On February 1, 2003 tragedy once again struck the NASA family when the Space Shuttle Columbia broke up while it was returning to earth.
The Columbia broke apart in flames 200,000 feet over Texas killing all seven astronauts just minutes before they were to glide to a landing in Florida.
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At approximately 9:00 a.m., within seconds of the last communication received from the Columbia crew, residents in Texas and Louisiana reported hearing a loud noise and seeing debris falling from the skies.
The remnants of the shuttle were scattered across a large part of East Texas as it entered the atmosphere. Within hours locals were calling to report pieces of the spacecraft strewn about their property, along roads, and in backyards.
The incident, which claimed the lives of seven astronauts came just days after the seventeenth anniversary of the 1986 Space Shuttle Challenger disaster.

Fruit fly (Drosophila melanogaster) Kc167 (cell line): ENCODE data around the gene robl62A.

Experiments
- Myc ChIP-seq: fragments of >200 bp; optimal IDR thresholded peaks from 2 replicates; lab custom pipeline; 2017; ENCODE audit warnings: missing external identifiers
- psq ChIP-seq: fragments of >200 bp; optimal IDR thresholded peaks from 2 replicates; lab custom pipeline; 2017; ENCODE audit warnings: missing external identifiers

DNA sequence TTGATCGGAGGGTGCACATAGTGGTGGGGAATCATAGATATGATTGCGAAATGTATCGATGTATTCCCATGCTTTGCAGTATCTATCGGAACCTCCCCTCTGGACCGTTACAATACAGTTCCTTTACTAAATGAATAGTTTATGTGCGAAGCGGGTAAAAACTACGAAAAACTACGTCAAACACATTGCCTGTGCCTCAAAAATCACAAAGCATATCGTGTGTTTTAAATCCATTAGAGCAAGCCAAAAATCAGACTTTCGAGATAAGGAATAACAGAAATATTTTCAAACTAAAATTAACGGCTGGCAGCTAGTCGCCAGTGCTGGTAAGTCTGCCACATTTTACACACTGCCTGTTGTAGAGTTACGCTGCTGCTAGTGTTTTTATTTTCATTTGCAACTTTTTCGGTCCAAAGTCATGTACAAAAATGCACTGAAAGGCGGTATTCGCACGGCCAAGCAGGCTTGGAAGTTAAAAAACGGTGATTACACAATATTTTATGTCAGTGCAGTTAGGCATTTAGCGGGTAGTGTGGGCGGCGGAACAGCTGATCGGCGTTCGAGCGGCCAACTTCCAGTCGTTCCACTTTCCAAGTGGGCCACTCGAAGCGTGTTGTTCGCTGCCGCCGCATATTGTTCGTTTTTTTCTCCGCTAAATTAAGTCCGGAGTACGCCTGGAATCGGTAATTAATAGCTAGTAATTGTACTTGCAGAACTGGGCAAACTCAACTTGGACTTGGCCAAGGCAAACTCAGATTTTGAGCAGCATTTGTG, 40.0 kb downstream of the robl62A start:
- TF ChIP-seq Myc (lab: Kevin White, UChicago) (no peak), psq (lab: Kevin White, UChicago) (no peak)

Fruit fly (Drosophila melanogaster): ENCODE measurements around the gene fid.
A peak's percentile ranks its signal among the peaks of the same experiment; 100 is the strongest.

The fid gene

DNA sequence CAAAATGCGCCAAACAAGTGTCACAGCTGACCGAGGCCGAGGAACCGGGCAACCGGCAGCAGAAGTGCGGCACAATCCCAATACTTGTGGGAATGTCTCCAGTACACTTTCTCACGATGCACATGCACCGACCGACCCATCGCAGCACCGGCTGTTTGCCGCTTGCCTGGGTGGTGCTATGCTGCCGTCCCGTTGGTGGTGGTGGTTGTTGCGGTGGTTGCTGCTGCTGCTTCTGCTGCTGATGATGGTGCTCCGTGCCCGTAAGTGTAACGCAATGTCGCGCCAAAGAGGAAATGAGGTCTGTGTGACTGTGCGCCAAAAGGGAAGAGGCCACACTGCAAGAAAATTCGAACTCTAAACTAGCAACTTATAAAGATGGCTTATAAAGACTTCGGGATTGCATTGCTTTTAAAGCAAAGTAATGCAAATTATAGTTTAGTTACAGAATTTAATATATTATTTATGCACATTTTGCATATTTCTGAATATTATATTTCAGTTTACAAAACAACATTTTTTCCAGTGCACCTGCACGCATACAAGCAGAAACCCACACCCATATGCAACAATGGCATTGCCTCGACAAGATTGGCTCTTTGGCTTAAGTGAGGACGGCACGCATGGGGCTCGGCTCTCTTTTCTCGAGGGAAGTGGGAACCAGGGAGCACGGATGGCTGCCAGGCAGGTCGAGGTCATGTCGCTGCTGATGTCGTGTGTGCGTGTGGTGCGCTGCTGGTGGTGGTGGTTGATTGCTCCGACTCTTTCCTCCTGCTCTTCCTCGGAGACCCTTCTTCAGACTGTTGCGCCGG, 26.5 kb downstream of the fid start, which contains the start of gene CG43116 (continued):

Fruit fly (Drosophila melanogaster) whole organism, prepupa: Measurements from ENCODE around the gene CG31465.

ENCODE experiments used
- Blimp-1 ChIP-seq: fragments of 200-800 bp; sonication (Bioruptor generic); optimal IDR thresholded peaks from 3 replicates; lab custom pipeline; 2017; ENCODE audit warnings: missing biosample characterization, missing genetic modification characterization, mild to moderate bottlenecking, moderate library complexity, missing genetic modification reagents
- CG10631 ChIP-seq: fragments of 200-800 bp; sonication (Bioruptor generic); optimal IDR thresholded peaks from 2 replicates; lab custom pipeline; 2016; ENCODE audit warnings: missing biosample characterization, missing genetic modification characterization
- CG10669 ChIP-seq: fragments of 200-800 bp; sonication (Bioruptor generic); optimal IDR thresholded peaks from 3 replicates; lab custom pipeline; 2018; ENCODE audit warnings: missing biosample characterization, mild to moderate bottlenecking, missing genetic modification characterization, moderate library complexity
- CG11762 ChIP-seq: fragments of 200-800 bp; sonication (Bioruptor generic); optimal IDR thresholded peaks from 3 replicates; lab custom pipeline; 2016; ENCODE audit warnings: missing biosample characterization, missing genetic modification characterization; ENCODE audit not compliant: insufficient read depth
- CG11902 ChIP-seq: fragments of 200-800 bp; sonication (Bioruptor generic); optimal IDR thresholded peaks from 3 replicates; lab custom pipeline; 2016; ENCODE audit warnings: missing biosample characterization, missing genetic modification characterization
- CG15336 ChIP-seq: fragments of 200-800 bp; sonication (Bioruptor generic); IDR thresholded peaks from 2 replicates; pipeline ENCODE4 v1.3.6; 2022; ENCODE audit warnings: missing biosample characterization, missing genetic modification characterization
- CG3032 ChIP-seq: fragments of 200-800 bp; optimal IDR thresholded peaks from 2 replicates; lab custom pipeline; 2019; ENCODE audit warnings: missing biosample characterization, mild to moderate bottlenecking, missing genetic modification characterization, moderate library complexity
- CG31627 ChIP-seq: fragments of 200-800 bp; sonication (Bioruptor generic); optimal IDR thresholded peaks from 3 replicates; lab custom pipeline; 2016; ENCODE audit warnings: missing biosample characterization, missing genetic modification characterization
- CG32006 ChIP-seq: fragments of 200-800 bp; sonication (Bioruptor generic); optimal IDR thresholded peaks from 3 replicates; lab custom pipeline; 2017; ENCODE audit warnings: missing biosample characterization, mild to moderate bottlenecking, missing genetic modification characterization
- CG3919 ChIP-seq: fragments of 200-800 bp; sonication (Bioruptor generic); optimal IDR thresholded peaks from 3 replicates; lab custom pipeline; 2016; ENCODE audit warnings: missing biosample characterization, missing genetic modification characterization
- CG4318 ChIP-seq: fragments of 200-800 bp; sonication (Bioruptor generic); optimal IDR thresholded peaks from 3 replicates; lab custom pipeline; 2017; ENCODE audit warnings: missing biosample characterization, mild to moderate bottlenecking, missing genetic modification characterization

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Commander Rick Husband; Pilot William McCool; Kalpana Chawla; Michael Anderson; Dr. Laurel Clark; Dr. David Brown; and Ilan Ramon, the first Israeli in space, all lost their lives.
Fourteen years later reminders of Columbia are everywhere, including up in the sky. Everything from asteroids, lunar craters and Martian hills, to schools, parks, streets and even an airport (Rick Husband Amarillo International Airport) bear the Columbia astronauts’ names.
Some 84,000 pounds of wreckage, representing 40 percent of NASA’s oldest space shuttle, are stored at Kennedy and loaned for engineering research. The wreckage serves as a training tool for those studying disasters like Columbia.